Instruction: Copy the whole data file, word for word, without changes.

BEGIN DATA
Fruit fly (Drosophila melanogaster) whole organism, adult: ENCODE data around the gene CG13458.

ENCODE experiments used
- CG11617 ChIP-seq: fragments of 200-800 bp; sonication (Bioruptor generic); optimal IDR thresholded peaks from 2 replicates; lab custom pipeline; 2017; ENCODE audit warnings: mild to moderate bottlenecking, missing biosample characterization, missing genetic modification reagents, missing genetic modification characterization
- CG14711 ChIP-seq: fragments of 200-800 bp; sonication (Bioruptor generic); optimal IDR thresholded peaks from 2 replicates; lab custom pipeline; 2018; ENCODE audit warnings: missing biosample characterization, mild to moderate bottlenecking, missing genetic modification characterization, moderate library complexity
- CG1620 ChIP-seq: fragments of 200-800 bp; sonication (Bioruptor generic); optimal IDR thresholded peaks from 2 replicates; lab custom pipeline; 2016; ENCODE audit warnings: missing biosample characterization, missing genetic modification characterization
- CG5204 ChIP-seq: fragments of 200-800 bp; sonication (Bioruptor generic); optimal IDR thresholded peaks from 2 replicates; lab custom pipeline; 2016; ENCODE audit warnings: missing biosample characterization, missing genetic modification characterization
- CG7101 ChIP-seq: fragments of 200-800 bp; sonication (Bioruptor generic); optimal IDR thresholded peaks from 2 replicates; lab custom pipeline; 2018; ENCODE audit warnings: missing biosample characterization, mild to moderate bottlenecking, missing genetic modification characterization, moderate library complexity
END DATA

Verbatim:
Fruit fly (Drosophila melanogaster) whole organism, adult: ENCODE data around the gene CG13458.

ENCODE experiments used
- CG11617 ChIP-seq: fragments of 200-800 bp; sonication (Bioruptor generic); optimal IDR thresholded peaks from 2 replicates; lab custom pipeline; 2017; ENCODE audit warnings: mild to moderate bottlenecking, missing biosample characterization, missing genetic modification reagents, missing genetic modification characterization
- CG14711 ChIP-seq: fragments of 200-800 bp; sonication (Bioruptor generic); optimal IDR thresholded peaks from 2 replicates; lab custom pipeline; 2018; ENCODE audit warnings: missing biosample characterization, mild to moderate bottlenecking, missing genetic modification characterization, moderate library complexity
- CG1620 ChIP-seq: fragments of 200-800 bp; sonication (Bioruptor generic); optimal IDR thresholded peaks from 2 replicates; lab custom pipeline; 2016; ENCODE audit warnings: missing biosample characterization, missing genetic modification characterization
- CG5204 ChIP-seq: fragments of 200-800 bp; sonication (Bioruptor generic); optimal IDR thresholded peaks from 2 replicates; lab custom pipeline; 2016; ENCODE audit warnings: missing biosample characterization, missing genetic modification characterization
- CG7101 ChIP-seq: fragments of 200-800 bp; sonication (Bioruptor generic); optimal IDR thresholded peaks from 2 replicates; lab custom pipeline; 2018; ENCODE audit warnings: missing biosample characterization, mild to moderate bottlenecking, missing genetic modification characterization, moderate library complexity